Highlights from the

Herald Democrat

15 years ago

Count on it

December 7, 2006


As members of this community work toward a Community Action Plan, we all wish for a way to determine the future of Lake County. Will the mine open? What will be the impact? Are other changes in store that we can predict? Can we somehow retain the status quo?

Are you aware that between 2000 and 2005, the population of Lake County only increased by 91 people?

Those figures came from the Upper Arkansas Area Council of Governments and the Department of Local Affairs, and were presented at the CMC Community Advisory Committee meeting last week.

In 2000, the county’s population was 7,906, and in 2005 it was 7,997. That’s pretty stagnant growth, any way you look at it. Some in the county express a fear of changing the way things have always been done here. The lack of growth in the past somehow makes this sentiment understandable.

But that was then.

Projections have Lake County at 9,498 in 2010, 11,588 in 2015 and 18,403 in 2030. These figures don’t take into account any impact that the opening of the Climax Mine will have on this area, so it is possible they are conservative.

It is predicted that because of job growth in Eagle and Summit counties, Lake County should be fully developed by 2020 with a population between 18,000 and 20,000, according to projections of Jim Westkott of the State Demography Office.

By then all land suitable for development should be developed. Approximately 70 square miles of private land in Lake County is suitable for development, and about 40 percent has already been developed.

Again, Lake County’s growth will depend in part on what happens in Summit and Eagle counties. As of 2003, some 57 percent of all Lake County workers were working in Summit and Eagle.

Both these counties are projected to have strong growth in “residential drivers,” defined as second homes, retirees, internet-based service jobs, etc. The jobs that result from residential drivers include construction and maintenance, real estate, public safety and other government functions and jobs that meet the needs of occupants from food, services, etc.

Today, 3,500 Eagle County workers commute from another county. By 2025, this is expected to jump to 26,000. Summit County likewise will jump from 1,100 to 7,100 in the same time frame. Not all those outside workers will live in Lake County, but you can bet many of them will. They’ll also spend money, school their kids and need medical services here.

Westkott predicts that our future will see a smaller percentage of low and moderate income people in the county. In 2000, 65 percent of the families in the county made less than $50,000 annually, versus 43 percent for the state.

He also predicted a lower percentage of undocumented workers and households.

Sure, numbers can lie and projections can be iffy. But it’s too late to dig the moat. As the planning process continues, it would be wise to concentrate on what the future might bring, like it or not.

Marcia Martinek

Herald Editor

New film festival proposed for Leadville

by Marcia Martinek

Herald Editor

December 21, 2006


There’s Cannes, there’s Sundance, and if all goes well, the Independence Film Fest will take place this coming September in Leadville.

Plans for the film fest were announced publicly at last week’s Business After Hours, and another meeting was held Monday for interested people.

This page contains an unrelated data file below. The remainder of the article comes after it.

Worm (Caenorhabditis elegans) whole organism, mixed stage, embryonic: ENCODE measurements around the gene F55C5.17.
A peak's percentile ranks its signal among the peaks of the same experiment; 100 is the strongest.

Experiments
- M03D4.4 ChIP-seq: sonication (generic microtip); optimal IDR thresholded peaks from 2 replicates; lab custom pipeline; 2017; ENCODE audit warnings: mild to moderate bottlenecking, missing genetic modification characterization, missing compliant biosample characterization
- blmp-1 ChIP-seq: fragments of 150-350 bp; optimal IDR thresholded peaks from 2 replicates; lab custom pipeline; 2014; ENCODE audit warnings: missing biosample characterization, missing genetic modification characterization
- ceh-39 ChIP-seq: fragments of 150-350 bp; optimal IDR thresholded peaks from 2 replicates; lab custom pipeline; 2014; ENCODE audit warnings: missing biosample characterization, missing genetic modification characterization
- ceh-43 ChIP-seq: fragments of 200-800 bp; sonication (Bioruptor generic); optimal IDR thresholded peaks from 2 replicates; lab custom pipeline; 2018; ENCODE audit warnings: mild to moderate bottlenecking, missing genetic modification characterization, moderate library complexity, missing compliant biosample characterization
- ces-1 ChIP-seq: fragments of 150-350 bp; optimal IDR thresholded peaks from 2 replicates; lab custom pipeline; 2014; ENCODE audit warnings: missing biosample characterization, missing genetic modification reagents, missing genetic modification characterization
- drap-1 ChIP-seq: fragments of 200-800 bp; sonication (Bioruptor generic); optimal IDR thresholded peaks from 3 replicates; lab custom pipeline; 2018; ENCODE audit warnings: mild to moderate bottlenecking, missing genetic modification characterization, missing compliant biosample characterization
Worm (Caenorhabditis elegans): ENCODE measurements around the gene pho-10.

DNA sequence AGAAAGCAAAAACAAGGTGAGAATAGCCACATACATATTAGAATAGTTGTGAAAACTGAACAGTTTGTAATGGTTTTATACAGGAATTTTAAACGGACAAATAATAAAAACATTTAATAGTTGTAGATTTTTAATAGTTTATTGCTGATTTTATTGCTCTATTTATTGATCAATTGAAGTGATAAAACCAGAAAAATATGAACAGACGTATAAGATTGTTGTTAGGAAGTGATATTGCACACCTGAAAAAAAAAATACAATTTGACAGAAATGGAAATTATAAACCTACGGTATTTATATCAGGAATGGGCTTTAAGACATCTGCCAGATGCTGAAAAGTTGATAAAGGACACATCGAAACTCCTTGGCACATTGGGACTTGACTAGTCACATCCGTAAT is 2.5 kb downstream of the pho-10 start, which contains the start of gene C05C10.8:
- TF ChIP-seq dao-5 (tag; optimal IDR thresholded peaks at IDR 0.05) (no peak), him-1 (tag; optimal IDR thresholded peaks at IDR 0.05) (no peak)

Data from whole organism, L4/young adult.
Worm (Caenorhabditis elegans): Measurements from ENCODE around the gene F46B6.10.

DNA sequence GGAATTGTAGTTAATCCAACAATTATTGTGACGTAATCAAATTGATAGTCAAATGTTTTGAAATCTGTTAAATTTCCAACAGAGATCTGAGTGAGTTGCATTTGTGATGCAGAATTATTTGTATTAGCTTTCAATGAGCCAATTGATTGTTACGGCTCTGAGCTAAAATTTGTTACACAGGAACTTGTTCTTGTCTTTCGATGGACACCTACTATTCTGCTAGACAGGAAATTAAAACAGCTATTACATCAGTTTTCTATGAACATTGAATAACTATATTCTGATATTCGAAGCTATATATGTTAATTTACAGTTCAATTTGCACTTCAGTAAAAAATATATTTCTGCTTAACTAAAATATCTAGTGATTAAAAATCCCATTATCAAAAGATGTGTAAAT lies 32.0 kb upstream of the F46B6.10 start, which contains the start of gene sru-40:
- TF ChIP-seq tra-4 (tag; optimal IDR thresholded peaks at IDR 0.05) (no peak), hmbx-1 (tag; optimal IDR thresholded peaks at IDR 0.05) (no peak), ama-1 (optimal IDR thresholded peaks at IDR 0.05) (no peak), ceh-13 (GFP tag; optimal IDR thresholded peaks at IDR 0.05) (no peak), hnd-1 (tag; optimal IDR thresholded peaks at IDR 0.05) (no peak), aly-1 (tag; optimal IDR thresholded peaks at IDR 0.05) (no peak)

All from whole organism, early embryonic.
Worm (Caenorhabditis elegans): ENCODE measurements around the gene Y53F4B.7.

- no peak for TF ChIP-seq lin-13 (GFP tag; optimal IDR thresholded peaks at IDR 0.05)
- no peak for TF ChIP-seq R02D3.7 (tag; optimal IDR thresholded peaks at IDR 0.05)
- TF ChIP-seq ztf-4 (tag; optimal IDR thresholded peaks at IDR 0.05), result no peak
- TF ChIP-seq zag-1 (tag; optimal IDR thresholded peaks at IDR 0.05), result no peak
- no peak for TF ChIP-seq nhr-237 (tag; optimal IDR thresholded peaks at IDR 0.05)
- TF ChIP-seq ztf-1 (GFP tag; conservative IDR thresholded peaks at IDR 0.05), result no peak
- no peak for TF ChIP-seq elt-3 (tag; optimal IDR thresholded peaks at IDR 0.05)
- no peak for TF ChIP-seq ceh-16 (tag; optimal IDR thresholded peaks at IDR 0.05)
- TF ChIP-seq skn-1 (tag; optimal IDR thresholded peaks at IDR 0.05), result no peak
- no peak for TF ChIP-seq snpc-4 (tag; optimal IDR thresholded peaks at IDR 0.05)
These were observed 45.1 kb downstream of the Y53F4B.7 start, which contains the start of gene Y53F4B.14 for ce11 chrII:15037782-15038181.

The driving force behind the film fest is Lawrence David Foldes, who, along with his wife Victoria Paige Meyerink, would serve as executive director of the event.

Foldes is a film writer, producer and director whose credits include “Malibu High,” “Don’t Go Near the Park,” “Young Warriors” and “Night Force,” among others.

Most recently he spent six years on the award-winning feature film “Finding Home,” with his wife as producer.

Meyerink’s show business career began at age four when she became Danny Kaye’s co-star on his CBS television show. She has acted in a number of movies over the years and has served as producer for many of her husband’s films.

Both were associated with the Breckenridge Film Festival in the past. Recently, they were attempting to put together a festival that would involve Leadville, Copper Mountain and several locations in Summit County, but this ran into political complications, leading them to focus on Leadville and Twin Lakes for the new festival. The name of the festival comes from Independence Pass.

Foldes said that Leadville is the perfect place for a film festival and praised the venues available in town for showing films, including the Tabor Opera House, the National Mining Hall of Fame and Museum Conference Center, the Old Church and the auditorium at Lake County High School.

Dates for the festival are Sept. 6-9, 2007. This was originally the weekend of the Breckenridge festival, but that town will be moving its festival to a spring date in 2007.

Both funding and volunteers will be necessary to make the film fest a reality. Foldes stressed that he was not going to make any money himself this first year, and in fact would be making a contribution.

The Marketing Action Committee is donating $2,000, and other donations have come from Mayor Bud Elliott and David Norbut of the Silver King Inn.

Grants are a possibility, but are more likely for subsequent years due to the time frame.

Costs for the first year are estimated at $15,000 to $20,000.

A buy-in for the festival from locals would need to come by early January due to the time frame. Those with questions or who wish to contribute to the festival can contact Elliott, Norbut, Gail Dunning or Amy Tait.

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